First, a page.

If your child is currently receiving acceptances and award letters, you may want to consider filing an appeal if you feel that your child has been under-awarded by a college or if your financial circumstances have changed in the months since filing the FAFSA.
Will you receive more money if you appeal? That depends on a myriad of factors, including the school’s enrollment numbers, your child’s qualifications, and your family’s finances. But it doesn’t hurt to try.
The first step you should take is to write and send an appeal letter. The content of the letter will depend on your reasons for appealing your child’s award.
Let’s say your financial situation has changed in the last few months, perhaps due to medical expenses, the loss of employment, or unexpected home repairs. Your appeal letter should include not only the details of your financial status, but also documentation that verifies this status.
Perhaps you feel that your child has been under-awarded, with an offer that is below average. Your appeal letter should show that your child’s academic performance and test scores are at-or-above average for the school, and thus, the offer should increase.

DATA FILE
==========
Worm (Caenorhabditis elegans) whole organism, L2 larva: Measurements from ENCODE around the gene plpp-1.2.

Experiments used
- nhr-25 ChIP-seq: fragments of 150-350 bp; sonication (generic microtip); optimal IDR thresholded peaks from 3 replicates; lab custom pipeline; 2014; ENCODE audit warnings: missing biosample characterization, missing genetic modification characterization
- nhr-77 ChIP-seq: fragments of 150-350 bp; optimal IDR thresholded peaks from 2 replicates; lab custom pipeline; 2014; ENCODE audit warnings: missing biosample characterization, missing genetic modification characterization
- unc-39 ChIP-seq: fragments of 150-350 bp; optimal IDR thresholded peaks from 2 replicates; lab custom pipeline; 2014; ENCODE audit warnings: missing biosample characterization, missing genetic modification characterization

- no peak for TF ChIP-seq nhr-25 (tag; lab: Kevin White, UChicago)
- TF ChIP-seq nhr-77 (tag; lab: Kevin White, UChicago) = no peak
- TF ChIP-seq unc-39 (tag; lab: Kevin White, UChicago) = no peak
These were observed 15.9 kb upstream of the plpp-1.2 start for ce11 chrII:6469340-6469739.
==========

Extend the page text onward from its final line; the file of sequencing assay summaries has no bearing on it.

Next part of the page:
According to best-selling author Lynn O’Shaughnessy, you may not even need a reason to appeal: “Whether a college will provide more need-based aid or sweeten a merit scholarship depends on how much the institution wants you . . . [or] how a university’s freshman deposits are faring.”
So, for example, if you are appealing to your child’s first-choice school, let them know that the school is a priority in the letter. Then, ask about any available scholarship opportunities that may have been missed.
You can’t know if a college will offer your child more money if you don’t ask. A thoughtful, detailed, and compelling appeal letter may be your key to thousands more in free money for college.
Some schools may also have a form you can fill out to explain extenuating circumstances.
Contact the school’s financial aid office to find out.
If you have questions about applying to or paying for college, sign up for my upcoming webinar at www.collegeprepwebinar.com and then call me at (626) 657-7887.